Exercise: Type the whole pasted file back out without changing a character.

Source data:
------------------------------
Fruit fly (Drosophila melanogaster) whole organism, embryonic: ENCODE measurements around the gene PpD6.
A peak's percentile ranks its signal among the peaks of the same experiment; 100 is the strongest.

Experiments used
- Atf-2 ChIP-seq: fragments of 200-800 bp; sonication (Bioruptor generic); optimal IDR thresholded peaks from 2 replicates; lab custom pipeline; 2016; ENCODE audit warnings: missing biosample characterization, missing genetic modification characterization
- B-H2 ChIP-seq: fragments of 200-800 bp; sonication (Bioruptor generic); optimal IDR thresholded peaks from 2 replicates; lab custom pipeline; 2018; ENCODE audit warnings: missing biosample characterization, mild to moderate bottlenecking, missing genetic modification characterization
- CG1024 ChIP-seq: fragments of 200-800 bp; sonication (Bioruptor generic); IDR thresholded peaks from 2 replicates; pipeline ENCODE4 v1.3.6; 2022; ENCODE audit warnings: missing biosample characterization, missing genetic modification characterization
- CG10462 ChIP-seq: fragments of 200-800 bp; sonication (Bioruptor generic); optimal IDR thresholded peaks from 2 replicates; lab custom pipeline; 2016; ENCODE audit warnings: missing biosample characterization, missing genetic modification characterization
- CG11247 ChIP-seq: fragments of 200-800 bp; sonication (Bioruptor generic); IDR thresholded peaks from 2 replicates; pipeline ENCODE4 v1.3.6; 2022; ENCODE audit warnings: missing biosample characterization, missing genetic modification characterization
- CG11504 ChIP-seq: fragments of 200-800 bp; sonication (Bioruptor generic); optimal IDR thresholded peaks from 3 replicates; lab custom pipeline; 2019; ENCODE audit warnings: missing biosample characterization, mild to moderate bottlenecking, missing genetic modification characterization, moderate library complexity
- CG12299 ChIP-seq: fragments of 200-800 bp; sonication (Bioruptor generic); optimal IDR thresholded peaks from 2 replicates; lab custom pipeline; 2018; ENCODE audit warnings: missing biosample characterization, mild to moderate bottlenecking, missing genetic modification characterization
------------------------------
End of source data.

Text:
Fruit fly (Drosophila melanogaster) whole organism, embryonic: ENCODE measurements around the gene PpD6.
A peak's percentile ranks its signal among the peaks of the same experiment; 100 is the strongest.

Experiments used
- Atf-2 ChIP-seq: fragments of 200-800 bp; sonication (Bioruptor generic); optimal IDR thresholded peaks from 2 replicates; lab custom pipeline; 2016; ENCODE audit warnings: missing biosample characterization, missing genetic modification characterization
- B-H2 ChIP-seq: fragments of 200-800 bp; sonication (Bioruptor generic); optimal IDR thresholded peaks from 2 replicates; lab custom pipeline; 2018; ENCODE audit warnings: missing biosample characterization, mild to moderate bottlenecking, missing genetic modification characterization
- CG1024 ChIP-seq: fragments of 200-800 bp; sonication (Bioruptor generic); IDR thresholded peaks from 2 replicates; pipeline ENCODE4 v1.3.6; 2022; ENCODE audit warnings: missing biosample characterization, missing genetic modification characterization
- CG10462 ChIP-seq: fragments of 200-800 bp; sonication (Bioruptor generic); optimal IDR thresholded peaks from 2 replicates; lab custom pipeline; 2016; ENCODE audit warnings: missing biosample characterization, missing genetic modification characterization
- CG11247 ChIP-seq: fragments of 200-800 bp; sonication (Bioruptor generic); IDR thresholded peaks from 2 replicates; pipeline ENCODE4 v1.3.6; 2022; ENCODE audit warnings: missing biosample characterization, missing genetic modification characterization
- CG11504 ChIP-seq: fragments of 200-800 bp; sonication (Bioruptor generic); optimal IDR thresholded peaks from 3 replicates; lab custom pipeline; 2019; ENCODE audit warnings: missing biosample characterization, mild to moderate bottlenecking, missing genetic modification characterization, moderate library complexity
- CG12299 ChIP-seq: fragments of 200-800 bp; sonication (Bioruptor generic); optimal IDR thresholded peaks from 2 replicates; lab custom pipeline; 2018; ENCODE audit warnings: missing biosample characterization, mild to moderate bottlenecking, missing genetic modification characterization